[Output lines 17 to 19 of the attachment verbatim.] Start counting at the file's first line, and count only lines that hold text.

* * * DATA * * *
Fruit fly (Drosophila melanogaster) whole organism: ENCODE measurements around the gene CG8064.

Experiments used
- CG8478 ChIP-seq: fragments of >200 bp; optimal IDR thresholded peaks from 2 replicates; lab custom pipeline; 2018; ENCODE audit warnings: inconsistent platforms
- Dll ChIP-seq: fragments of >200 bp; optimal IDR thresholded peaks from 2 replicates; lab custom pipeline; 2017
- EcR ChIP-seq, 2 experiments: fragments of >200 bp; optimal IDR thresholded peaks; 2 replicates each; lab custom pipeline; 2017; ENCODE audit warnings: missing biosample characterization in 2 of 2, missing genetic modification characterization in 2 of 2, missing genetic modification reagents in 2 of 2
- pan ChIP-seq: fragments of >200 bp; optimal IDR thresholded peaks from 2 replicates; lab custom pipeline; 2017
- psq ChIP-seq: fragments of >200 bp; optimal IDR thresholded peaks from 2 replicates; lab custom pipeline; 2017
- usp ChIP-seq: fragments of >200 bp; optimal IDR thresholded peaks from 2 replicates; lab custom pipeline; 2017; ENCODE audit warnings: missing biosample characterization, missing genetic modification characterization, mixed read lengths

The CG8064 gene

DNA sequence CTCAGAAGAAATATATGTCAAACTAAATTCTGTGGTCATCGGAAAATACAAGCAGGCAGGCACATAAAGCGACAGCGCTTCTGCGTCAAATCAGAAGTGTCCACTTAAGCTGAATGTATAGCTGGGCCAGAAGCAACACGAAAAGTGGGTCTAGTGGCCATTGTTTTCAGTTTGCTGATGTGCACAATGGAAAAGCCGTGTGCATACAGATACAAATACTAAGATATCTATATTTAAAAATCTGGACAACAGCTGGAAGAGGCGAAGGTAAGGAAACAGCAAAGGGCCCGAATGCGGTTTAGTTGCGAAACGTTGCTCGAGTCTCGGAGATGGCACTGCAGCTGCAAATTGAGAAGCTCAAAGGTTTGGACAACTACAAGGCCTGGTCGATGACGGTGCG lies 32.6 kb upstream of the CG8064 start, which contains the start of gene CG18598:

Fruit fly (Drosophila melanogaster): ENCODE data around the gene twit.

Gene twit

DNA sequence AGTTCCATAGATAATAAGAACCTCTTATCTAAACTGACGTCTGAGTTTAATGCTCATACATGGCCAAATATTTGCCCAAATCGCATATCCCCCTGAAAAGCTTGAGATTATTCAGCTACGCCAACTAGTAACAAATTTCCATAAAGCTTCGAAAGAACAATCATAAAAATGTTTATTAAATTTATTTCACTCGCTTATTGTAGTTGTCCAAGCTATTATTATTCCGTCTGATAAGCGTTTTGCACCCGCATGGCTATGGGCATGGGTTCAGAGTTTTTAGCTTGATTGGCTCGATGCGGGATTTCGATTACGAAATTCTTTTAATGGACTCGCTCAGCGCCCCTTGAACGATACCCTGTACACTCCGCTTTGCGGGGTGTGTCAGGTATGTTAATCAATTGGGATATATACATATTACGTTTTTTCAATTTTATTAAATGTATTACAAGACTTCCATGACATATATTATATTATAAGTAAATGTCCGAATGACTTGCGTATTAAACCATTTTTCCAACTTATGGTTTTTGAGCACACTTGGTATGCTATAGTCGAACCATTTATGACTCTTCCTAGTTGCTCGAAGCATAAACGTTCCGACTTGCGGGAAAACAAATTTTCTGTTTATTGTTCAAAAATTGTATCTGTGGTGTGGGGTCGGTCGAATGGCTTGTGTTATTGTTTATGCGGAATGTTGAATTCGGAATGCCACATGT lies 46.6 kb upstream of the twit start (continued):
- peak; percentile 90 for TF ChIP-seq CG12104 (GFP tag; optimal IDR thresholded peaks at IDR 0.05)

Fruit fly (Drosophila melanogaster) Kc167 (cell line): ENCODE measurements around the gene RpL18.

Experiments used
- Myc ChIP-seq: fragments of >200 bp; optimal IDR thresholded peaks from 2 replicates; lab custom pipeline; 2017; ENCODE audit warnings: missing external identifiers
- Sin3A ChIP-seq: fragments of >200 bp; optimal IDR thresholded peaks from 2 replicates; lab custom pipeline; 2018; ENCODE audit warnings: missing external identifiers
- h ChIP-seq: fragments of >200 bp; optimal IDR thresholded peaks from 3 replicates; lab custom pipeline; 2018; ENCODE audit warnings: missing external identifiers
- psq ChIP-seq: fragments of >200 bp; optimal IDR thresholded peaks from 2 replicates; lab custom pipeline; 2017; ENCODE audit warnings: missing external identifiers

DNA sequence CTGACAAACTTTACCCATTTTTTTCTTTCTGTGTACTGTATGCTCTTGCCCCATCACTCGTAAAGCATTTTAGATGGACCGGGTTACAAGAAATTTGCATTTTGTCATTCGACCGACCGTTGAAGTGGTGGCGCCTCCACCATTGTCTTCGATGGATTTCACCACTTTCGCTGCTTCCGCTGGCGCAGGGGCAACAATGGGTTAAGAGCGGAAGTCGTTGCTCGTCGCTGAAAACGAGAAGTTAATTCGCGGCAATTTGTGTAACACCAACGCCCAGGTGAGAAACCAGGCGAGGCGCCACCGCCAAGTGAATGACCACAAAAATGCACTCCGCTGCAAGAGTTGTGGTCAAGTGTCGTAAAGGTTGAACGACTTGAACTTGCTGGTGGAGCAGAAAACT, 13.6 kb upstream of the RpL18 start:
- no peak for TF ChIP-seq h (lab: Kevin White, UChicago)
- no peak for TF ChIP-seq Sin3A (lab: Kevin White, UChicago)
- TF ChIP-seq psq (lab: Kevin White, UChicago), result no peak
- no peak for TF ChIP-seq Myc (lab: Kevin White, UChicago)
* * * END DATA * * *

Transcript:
- Myc ChIP-seq: fragments of >200 bp; optimal IDR thresholded peaks from 2 replicates; lab custom pipeline; 2017; ENCODE audit warnings: missing external identifiers
- Sin3A ChIP-seq: fragments of >200 bp; optimal IDR thresholded peaks from 2 replicates; lab custom pipeline; 2018; ENCODE audit warnings: missing external identifiers
- h ChIP-seq: fragments of >200 bp; optimal IDR thresholded peaks from 3 replicates; lab custom pipeline; 2018; ENCODE audit warnings: missing external identifiers